A player who plays in our regular live cash game was playing in a much smaller game than he usually plays in at a casino we do not play in (because they treated us poorly and we have a choice).The game was four five or six card Pot Limit Omaha which is inherently a potentially very lively game and, if one or more players are playing at a level much smaller than they are used to, it can only be expected that comparative fireworks will occur.

So it came to pass than on numerous occasions there were two specific players (my acquaintance and another) who were raising and re-raising like rabid monkeys very often being the only two players left in the hand as many of tight players were calling with marginal to reasonable hands and then deciding when the heat was on that their hand was not good enough (even though pre-flop at least they were very often sitting with by far the best hand).

As the game progressed due to reloading themselves and also accumulating lots of dead money from the tight players, to two aggro monkeys developed large stacks which resulted in them treating each other with a lot more respect than had earlier been the case. It came to pass that in one particular hand one of them had top set versus the nut flush draw and straight draw of the other and all the money went in.

Naturally UK casinos will not allow any players to do anything so exotic and complicated as running it twice to reduce variance (not like the genius’s at head office would even understand the concept let alone approve anything that accommodated it).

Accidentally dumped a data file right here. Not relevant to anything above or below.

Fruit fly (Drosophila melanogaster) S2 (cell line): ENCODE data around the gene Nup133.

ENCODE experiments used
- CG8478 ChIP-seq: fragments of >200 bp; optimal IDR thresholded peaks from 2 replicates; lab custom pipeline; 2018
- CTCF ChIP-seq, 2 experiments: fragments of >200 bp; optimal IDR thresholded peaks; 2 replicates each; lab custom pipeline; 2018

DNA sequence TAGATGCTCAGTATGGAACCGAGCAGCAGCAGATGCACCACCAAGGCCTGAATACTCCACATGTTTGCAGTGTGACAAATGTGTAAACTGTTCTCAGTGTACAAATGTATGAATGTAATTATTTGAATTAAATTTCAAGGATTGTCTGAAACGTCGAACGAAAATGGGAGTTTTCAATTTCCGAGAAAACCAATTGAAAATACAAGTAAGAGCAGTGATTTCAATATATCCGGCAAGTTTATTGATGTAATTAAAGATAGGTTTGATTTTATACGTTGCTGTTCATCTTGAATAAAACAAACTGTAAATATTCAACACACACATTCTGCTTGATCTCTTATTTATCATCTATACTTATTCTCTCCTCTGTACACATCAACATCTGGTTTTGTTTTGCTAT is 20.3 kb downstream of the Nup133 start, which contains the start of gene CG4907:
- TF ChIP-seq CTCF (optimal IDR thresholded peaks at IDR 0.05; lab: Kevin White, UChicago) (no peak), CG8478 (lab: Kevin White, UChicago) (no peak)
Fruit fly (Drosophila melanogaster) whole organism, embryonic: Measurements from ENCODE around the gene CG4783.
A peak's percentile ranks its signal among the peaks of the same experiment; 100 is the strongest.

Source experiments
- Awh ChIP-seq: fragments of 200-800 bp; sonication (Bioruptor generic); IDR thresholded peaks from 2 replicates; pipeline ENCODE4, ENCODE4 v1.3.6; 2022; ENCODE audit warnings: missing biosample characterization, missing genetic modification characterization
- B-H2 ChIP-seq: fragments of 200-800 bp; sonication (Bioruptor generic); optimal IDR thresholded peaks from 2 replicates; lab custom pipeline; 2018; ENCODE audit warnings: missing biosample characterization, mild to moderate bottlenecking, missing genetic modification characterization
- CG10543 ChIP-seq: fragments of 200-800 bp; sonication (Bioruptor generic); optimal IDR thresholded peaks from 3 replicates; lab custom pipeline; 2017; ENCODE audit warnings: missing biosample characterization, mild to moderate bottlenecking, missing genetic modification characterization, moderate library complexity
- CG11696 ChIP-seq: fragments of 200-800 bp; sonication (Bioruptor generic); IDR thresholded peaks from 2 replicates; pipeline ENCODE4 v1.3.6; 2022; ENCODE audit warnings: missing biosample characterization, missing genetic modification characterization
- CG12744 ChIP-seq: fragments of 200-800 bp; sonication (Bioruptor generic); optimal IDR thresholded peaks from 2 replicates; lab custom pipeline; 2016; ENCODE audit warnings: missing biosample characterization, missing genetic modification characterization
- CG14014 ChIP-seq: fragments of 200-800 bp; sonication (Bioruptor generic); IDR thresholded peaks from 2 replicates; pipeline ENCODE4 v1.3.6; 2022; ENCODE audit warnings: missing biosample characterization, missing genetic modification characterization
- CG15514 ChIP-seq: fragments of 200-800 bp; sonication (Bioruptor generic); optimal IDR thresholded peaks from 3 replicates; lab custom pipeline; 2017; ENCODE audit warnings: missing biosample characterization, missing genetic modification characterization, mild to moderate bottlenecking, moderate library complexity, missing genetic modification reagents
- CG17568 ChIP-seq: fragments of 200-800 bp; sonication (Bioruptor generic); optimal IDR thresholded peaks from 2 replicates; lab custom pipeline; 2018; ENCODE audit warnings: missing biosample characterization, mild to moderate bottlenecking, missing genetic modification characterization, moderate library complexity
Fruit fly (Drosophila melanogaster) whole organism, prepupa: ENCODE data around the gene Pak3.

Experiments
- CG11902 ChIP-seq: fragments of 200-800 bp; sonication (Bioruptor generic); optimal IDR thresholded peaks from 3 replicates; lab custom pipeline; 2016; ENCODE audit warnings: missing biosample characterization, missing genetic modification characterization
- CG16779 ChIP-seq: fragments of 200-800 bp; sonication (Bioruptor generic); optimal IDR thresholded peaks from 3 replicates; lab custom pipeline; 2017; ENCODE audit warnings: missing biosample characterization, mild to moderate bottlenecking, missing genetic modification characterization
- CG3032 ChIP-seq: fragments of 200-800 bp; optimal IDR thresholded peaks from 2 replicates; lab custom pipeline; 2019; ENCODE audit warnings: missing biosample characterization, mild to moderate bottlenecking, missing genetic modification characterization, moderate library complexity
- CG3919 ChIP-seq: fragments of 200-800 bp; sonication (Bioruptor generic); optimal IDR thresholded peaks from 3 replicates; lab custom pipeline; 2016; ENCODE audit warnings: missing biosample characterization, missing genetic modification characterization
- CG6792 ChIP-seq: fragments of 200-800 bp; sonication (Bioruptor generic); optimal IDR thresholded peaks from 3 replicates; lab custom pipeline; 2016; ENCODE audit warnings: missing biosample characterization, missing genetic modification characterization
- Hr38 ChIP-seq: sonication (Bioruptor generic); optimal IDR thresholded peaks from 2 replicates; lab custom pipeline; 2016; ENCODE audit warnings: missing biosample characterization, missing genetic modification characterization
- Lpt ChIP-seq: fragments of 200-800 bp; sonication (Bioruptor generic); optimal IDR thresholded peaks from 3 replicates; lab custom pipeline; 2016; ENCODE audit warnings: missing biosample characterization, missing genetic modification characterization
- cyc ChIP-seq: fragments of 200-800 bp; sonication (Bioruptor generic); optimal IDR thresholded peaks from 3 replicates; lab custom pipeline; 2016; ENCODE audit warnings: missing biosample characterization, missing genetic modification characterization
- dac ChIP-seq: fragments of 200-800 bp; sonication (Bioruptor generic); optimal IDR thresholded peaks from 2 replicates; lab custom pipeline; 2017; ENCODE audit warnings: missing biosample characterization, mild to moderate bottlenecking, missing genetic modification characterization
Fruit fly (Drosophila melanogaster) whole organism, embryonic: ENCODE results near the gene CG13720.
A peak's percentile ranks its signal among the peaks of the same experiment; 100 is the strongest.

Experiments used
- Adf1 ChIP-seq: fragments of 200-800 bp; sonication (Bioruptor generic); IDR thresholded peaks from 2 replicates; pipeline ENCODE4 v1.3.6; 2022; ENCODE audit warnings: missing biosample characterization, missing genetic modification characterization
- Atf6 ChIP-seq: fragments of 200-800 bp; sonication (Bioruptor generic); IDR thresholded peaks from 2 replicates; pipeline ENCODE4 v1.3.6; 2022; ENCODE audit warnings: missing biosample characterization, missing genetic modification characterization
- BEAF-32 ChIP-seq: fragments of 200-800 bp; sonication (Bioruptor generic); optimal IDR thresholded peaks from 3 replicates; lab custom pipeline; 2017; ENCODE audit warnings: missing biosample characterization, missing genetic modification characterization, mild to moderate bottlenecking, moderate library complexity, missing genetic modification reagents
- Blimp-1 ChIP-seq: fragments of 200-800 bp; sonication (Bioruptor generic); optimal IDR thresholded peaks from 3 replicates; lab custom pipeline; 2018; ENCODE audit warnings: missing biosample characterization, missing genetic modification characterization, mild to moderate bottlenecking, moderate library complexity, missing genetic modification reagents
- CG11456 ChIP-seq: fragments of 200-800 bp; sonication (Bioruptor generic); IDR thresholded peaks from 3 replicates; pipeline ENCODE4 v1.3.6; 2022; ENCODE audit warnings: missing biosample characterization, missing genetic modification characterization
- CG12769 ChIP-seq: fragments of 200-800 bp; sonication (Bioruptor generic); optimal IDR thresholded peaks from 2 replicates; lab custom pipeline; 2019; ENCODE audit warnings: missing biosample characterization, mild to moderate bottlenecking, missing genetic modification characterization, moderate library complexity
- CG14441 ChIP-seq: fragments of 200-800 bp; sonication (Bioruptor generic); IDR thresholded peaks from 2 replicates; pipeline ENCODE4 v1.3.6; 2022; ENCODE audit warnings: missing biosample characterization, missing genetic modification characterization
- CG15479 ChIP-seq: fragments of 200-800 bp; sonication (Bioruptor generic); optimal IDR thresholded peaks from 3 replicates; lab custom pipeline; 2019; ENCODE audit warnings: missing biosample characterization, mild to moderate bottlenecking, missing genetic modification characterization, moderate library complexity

Although it did not happen one of the two players involved openly suggested that they take back or “save” a portion of the pot and this was met with quite reasonable disapproval by at least one other player.

It is clearly unreasonable to potentially bet other players out of a pot and then “make an arrangement to not risk your money when left heads up” though it is also easy to appreciate, if you look at the facts and know them, that this was a genuine attempt to reduce variance rather than a deliberate act of collusion designed to disadvantage any fellow player.

The player that was unhappy reported the incident to the card room supervisor who, not being the brightest star in the sky, decided that it was in fact a blatant act of deliberate collusion and that the two individuals had been in cahoots the whole time and would no doubt share their spoils between them on leaving the casino. Both were instructed to immediately leave the game, the casino and were barred from entering the casino again.

Now I totally agree that the over the table request was inappropriate and should not be allowed to take place. Unfortunately the reason is that, if allowed, it would leave a loop hole that devious unscrupulous players might seek to take advantage of at the expense of others.

Presumably, based on the horrendous thought of being required to attempt to judge such a future event the supervisor came to the conclusion that deliberate and premeditated collusion had occurred and took appropriate action.

My observation is, if the two players were in premeditated collusion to carve up opponents and then split the proceeds of their dastardly act after the event, it seems a little unlikely that they would openly try to not lose money to each other in the circumstances described by making an agreement across the table, with just the two of them left in the pot, to prevent losing cash they were going to split afterwards anyway.

Tue, 7th December 2010